5 Training Tips for Running a Half Marathon or Marathon
The groundhog recently saw his shadow, signifying six more weeks of winter ahead this year, but don’t let that keep you from training for a half marathon or marathon. As Laura LaMarche, DPT, University of Utah Health Care physical therapist and director of the Runner’s Clinic, outlines five tips for you to train for a long distance run.
- Build a base. Most training programs assume you have some running under your belt before starting their calendar.
- Begin with easy runs (you can hold a conversation while running, maybe even sing a winded song) and take 3-4 weeks to work up to 10 miles per week.
- If you haven’t run in a few years (or ever), start with a walk/run progression. The more you run verses walk, the faster you will fatigue. An example would be 2-minute walk, then run for 2-minutes for 30 minutes total.
- Follow a training calendar. Remember that calendars are guides, not fixed and rigid doctrines. If you are feeling under the weather, or tired all the time, take a couple days off to recover. Many running injuries come from over training so listen to your body.
- Add in core training. I see lots of injured runners in the Runner’s Clinic, and one common weakness I see in most runners is decreased core and glute strength. Here are a couple great exercises that will help build the core and glute strength essential for strong running:
- Prone/front plank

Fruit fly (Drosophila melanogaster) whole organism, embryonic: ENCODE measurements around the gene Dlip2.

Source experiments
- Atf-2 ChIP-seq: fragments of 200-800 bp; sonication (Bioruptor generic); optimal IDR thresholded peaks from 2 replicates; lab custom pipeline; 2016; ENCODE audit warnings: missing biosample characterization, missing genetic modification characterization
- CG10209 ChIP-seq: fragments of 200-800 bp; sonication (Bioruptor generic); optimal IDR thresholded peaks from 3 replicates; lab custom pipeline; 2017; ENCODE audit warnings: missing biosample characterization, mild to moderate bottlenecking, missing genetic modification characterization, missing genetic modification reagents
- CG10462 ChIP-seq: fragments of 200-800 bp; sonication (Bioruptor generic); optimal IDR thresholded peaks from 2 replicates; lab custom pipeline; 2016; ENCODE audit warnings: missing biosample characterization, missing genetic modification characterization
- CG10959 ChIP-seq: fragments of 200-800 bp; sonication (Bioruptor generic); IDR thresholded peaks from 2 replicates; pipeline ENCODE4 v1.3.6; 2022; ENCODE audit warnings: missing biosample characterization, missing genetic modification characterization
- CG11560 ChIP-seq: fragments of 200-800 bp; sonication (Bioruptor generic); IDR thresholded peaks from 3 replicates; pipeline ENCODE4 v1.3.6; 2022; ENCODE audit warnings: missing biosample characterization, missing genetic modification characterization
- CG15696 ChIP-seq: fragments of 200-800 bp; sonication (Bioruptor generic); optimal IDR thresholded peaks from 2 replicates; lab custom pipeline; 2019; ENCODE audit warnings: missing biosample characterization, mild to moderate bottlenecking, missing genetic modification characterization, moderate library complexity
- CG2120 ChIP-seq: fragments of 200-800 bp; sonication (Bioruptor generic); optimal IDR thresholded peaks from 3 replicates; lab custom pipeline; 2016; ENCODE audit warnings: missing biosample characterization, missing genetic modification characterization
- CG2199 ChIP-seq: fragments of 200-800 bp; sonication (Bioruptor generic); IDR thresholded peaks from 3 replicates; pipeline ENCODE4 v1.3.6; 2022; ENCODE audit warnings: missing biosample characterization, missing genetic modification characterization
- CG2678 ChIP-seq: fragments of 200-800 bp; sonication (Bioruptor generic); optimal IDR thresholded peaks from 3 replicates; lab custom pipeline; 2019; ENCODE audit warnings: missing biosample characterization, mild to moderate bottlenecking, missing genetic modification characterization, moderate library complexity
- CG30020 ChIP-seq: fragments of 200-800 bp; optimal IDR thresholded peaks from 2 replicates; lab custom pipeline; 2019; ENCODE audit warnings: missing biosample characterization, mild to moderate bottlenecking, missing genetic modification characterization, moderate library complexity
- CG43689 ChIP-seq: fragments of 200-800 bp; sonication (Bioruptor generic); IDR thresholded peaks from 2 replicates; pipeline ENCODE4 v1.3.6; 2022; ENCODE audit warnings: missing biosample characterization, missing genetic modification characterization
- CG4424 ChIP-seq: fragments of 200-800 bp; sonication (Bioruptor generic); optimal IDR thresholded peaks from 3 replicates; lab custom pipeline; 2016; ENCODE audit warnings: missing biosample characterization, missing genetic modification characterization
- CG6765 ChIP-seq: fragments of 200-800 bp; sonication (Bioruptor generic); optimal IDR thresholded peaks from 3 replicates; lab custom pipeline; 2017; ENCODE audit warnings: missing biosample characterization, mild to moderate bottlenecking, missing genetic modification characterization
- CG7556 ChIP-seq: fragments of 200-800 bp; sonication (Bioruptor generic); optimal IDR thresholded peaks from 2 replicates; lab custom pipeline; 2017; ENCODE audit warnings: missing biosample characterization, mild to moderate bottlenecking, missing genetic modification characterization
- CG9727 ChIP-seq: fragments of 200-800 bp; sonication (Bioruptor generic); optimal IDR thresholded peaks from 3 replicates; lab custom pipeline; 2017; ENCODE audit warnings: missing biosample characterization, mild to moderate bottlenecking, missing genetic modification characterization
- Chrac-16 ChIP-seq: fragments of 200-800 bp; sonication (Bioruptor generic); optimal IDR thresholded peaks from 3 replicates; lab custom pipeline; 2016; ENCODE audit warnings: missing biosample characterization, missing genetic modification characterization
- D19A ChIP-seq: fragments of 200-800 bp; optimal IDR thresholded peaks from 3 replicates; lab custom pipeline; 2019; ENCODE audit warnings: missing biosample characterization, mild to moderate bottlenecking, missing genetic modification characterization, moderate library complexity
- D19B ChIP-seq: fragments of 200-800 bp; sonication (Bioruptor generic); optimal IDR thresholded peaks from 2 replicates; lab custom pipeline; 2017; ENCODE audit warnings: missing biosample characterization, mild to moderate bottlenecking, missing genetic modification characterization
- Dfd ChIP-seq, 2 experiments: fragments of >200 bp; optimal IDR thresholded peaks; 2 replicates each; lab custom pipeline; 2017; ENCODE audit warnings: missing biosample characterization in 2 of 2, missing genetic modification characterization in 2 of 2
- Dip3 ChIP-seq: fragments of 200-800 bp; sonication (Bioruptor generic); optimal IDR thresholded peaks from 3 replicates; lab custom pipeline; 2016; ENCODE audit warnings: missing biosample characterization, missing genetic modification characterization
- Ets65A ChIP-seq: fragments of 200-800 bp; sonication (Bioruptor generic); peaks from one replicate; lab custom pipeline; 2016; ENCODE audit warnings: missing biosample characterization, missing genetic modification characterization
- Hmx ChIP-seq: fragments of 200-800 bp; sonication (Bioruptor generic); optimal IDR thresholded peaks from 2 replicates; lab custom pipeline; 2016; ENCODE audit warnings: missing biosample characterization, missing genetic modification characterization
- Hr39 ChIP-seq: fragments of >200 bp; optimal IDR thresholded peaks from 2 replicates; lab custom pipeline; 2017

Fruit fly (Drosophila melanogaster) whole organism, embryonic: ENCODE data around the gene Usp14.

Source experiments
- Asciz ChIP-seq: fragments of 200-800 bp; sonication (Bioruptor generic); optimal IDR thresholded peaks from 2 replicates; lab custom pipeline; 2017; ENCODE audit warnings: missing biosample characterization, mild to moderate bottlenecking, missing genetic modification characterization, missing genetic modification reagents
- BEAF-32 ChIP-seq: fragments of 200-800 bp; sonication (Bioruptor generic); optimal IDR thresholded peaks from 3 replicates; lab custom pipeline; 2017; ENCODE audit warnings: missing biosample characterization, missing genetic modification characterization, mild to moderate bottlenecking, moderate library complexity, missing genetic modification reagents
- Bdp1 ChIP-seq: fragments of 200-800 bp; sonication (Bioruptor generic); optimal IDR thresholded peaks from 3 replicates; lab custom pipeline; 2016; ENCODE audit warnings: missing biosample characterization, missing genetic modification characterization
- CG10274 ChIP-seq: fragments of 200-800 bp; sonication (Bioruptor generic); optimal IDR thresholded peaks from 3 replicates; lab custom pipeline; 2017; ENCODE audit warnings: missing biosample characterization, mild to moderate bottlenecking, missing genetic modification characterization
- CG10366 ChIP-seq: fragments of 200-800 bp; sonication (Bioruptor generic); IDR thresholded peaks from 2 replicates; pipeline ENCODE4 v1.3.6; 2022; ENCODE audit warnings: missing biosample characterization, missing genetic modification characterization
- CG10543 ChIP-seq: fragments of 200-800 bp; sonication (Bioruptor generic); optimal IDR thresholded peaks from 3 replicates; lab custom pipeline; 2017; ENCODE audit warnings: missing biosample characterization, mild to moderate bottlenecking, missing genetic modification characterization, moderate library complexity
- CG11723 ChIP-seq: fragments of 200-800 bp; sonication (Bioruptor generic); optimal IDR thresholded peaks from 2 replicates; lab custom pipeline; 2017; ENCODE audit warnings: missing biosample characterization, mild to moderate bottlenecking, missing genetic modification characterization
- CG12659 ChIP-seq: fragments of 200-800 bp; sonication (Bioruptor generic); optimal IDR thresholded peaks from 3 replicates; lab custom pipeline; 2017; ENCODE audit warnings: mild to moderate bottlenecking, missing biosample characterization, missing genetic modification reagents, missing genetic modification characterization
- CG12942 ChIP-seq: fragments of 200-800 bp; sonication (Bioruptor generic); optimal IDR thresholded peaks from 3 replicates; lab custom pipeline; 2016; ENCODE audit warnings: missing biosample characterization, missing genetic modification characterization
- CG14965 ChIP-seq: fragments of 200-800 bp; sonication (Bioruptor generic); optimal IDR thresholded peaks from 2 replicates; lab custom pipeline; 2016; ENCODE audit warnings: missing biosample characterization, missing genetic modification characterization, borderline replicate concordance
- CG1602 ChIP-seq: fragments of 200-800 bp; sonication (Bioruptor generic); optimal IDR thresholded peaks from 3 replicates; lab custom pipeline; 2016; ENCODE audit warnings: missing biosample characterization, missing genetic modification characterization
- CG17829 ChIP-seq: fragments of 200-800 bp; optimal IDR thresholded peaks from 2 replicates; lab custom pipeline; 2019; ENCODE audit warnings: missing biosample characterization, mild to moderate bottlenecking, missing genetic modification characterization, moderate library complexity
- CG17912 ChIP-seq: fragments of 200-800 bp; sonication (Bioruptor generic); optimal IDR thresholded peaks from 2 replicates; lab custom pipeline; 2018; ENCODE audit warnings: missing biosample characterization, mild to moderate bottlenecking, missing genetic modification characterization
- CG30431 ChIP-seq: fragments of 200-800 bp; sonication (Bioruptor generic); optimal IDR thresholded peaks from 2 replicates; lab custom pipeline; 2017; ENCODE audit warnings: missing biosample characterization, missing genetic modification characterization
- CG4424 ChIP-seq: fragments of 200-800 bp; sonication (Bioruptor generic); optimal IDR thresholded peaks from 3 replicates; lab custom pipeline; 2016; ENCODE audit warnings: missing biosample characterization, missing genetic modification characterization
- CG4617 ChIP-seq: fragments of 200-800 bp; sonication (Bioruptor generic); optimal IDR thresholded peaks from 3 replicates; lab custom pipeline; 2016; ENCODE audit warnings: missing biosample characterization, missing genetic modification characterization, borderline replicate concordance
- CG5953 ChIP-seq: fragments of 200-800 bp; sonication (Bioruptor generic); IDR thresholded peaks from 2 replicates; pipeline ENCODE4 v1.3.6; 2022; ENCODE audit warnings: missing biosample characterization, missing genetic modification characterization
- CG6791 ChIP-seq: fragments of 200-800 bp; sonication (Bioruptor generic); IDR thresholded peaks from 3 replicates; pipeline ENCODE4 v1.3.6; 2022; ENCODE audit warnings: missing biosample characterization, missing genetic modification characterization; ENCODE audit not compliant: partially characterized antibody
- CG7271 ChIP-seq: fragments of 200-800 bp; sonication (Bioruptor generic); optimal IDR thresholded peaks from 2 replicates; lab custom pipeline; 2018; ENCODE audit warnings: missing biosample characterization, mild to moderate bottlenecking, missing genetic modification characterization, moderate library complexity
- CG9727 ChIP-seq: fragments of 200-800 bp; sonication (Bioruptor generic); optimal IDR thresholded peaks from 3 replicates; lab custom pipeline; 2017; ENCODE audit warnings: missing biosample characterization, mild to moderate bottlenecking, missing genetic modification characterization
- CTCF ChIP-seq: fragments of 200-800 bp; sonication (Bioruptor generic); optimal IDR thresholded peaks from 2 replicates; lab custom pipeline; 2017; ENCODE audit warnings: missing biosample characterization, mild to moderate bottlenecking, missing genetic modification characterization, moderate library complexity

- Side plank
- Single leg bridges
- Squat to overhead press: (not pictured) with or without hand weights, squat down reaching hands/weights to your heels so the thighs are parallel with the ground. From a squat position, stand up tall while pressing hands overhead. Do 2-3 sets of 20 squats.
- To stretch or not to stretch? There really is no great research saying that stretching helps improve performance or decreases injuries. However, there are a couple I recommend, especially for those with a desk job:
- Hip flexor stretch
- Calf stretch
- Run with friends. Running is fun; share it with others that also love to run. It will also make you more accountable to run when you are lacking motivation.
- For more information on upcoming classes, services, or to learn how to improve your running efficiency or reduce running injuries visit the Runner’s Clinic at the University Orthopaedic Center.
About the author:
Laura LaMarche is a physical therapist and director of the Runners Clinic at University of Utah Health Care.comments powered by Disqus